2. 4 out of 5

    Gary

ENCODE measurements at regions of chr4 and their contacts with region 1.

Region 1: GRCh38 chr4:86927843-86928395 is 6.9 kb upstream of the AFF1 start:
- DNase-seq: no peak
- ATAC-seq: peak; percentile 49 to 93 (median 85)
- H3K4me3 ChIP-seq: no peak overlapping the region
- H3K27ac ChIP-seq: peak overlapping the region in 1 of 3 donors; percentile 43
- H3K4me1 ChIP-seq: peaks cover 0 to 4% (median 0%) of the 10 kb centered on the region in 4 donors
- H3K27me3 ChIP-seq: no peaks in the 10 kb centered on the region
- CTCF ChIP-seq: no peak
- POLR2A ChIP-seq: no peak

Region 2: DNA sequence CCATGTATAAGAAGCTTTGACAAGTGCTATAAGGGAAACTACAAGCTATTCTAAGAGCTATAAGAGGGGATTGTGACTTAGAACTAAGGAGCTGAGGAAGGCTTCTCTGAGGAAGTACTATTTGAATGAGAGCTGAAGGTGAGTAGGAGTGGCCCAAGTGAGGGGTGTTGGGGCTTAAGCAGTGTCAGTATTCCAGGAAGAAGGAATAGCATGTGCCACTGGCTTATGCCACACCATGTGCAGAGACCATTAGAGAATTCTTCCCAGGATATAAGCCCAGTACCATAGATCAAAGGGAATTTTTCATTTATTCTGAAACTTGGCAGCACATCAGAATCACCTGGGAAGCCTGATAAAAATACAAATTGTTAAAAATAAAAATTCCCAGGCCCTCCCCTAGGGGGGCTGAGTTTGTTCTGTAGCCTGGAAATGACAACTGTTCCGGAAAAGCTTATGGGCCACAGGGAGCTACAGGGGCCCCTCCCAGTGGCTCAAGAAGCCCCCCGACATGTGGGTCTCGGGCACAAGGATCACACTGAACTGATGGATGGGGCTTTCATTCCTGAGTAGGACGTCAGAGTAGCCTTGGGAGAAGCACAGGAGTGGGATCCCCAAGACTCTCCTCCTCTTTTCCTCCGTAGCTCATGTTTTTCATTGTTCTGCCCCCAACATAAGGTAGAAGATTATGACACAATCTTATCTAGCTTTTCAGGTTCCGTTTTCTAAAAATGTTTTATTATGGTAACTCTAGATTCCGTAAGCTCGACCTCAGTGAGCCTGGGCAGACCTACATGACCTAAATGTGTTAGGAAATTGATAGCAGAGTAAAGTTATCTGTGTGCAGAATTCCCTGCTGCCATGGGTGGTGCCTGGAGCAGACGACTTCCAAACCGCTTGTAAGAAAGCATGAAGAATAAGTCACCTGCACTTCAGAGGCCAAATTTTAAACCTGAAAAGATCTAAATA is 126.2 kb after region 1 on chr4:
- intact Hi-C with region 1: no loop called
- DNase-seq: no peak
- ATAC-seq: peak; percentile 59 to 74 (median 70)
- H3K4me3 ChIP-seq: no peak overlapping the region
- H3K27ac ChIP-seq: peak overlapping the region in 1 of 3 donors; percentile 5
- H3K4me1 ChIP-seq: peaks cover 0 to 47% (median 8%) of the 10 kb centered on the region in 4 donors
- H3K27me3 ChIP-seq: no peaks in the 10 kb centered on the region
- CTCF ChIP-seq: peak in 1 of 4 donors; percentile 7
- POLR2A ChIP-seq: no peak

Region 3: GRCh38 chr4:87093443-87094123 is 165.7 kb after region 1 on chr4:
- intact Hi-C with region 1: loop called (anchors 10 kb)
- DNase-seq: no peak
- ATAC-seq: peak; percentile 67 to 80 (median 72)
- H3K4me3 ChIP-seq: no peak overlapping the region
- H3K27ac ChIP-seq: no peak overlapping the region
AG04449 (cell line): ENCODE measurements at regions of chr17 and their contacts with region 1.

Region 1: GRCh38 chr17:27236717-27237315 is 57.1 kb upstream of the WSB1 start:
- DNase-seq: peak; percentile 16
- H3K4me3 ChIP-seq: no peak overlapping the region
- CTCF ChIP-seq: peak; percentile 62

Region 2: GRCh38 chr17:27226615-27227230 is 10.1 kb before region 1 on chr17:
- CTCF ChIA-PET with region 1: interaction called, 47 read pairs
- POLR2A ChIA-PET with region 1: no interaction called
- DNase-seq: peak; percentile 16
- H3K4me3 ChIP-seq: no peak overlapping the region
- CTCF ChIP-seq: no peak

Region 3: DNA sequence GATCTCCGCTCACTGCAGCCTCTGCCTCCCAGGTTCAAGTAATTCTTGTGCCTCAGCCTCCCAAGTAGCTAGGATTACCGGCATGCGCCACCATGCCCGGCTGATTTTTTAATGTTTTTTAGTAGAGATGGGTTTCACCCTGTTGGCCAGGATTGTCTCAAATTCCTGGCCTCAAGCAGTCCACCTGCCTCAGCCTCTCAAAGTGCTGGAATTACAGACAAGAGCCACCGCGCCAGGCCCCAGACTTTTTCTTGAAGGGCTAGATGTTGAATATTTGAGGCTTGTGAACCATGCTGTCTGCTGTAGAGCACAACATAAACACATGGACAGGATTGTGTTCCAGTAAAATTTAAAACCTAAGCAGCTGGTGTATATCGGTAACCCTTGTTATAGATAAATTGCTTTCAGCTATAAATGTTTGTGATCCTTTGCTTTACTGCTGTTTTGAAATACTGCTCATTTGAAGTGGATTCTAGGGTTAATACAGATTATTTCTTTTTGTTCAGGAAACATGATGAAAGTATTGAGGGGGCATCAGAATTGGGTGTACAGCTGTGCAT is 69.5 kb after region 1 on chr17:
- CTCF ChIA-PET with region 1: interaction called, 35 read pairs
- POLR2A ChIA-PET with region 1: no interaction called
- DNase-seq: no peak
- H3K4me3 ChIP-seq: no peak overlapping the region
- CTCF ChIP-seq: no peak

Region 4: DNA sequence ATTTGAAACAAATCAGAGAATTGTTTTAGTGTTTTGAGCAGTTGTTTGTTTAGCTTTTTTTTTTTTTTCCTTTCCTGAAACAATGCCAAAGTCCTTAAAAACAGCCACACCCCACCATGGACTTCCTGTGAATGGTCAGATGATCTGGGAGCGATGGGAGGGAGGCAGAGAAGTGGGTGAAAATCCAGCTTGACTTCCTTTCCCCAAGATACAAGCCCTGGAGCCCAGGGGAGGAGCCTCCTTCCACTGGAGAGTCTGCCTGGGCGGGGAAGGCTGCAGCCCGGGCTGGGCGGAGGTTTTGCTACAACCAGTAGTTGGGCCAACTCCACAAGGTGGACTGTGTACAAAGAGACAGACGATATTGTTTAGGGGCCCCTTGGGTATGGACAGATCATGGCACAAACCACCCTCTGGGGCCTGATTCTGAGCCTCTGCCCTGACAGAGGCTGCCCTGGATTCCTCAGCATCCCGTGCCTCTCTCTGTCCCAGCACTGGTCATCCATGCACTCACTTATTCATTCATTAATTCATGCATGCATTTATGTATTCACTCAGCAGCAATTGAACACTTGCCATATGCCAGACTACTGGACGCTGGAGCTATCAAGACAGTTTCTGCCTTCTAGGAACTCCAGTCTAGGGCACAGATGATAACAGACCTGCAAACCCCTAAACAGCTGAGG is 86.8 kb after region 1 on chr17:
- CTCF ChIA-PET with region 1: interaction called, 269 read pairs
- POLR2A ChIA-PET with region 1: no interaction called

I picked up a copy of this book in a London Blackfriars back in 1996, and I remember the stony-faced cashier very pointedly putting it in a brown paper bag so that I could stroll around the city streets discreetly. I'd also picked up a copy of Erotica: Women's Writing from Sappho to Margaret Atwood at the same time, a purchase that I had thought was unrelated, but in retrospect probably wasn't entirely.... In any case, this book got special brown bag treatment, but aggressive lesbian sex prose d I picked up a copy of this book in a London Blackfriars back in 1996, and I remember the stony-faced cashier very pointedly putting it in a brown paper bag so that I could stroll around the city streets discreetly. I'd also picked up a copy of Erotica: Women's Writing from Sappho to Margaret Atwood at the same time, a purchase that I had thought was unrelated, but in retrospect probably wasn't entirely.... In any case, this book got special brown bag treatment, but aggressive lesbian sex prose did not, which I have thought amusing ever since. The photos that appear in the book are, of course, the most important aspect of it, but the prose really should not go unread. Ewing gives the reader a strong overview of a broad, but still relatively particular aspect of the photographer's art. Part art history and part art appreciation, Ewing's analysis and historiography are strong if somewhat sparse, and his reviews are insightful if somewhat subjective, but generally astute enough that it makes actually reading this book about pictures worthwhile. Ewing is unflinching in his content, including photographs taken of corpses and those suffering from birth defects. The range of content passes through pornographers and anthropologists. The book includes the work of controversial artists whose subject matter is meant to disturb (Silverthorne) and provoke (Mann) amongst others, as well as the clinical work of medical photography, which in many cases is just as evocative. In that sense, there are any number of trigger warnings that one might issue for a book of this type, but if you're picking up a book with this title and cover (in the edition I read, at least) you should be prepared for content that might offend some sensibilities. The layout of the text and the photographs is sometimes awkward. Most photographs appear by themselves on the page with nothing more than a title and credit; others have the text of the book above or near them--just a paragraph or so--meaning that if you're reading through the book and flipping along the pictures, you can sometimes miss a few paragraphs nestled in amongst the pictures, so you have to flip back through to find the missing lines of text. Otherwise, the design of the book is strong. The photos are reproduced nicely for the size of the book (I have a paperback edition) and the organization is somewhat esoteric (chapters are entitled "Fragments" or "Estrangement" or "Probes") but not inaccurately so. There is, apparently, a later edition with this cover by photographer Tono Stano: That was, no doubt, done to reference the use of that image as the basis for the posters for the film Showgirls maybe in the hopes that a few people would accidentally pick up the book and buy it anyway. That's a deceptive publishing move, but it shouldn't dissuade anyone from the book itself. You may not want a book on your shelf that someone might mistake for something like a novelization of that particular film, but it could still work as conversation point should anyone mention it. Besides, maybe that cover got Mr. Stano a smidge of the attention that really is his due.... I'd recommend this book to anyone whether they had an interest in photography, art history or the human form. In fact, for those whose interest in such things is casual, it's worth checking out. It's an interesting read, and even if one is going to just leaf through it, glossy magazine style, it's a strong candidate for that kind of experience.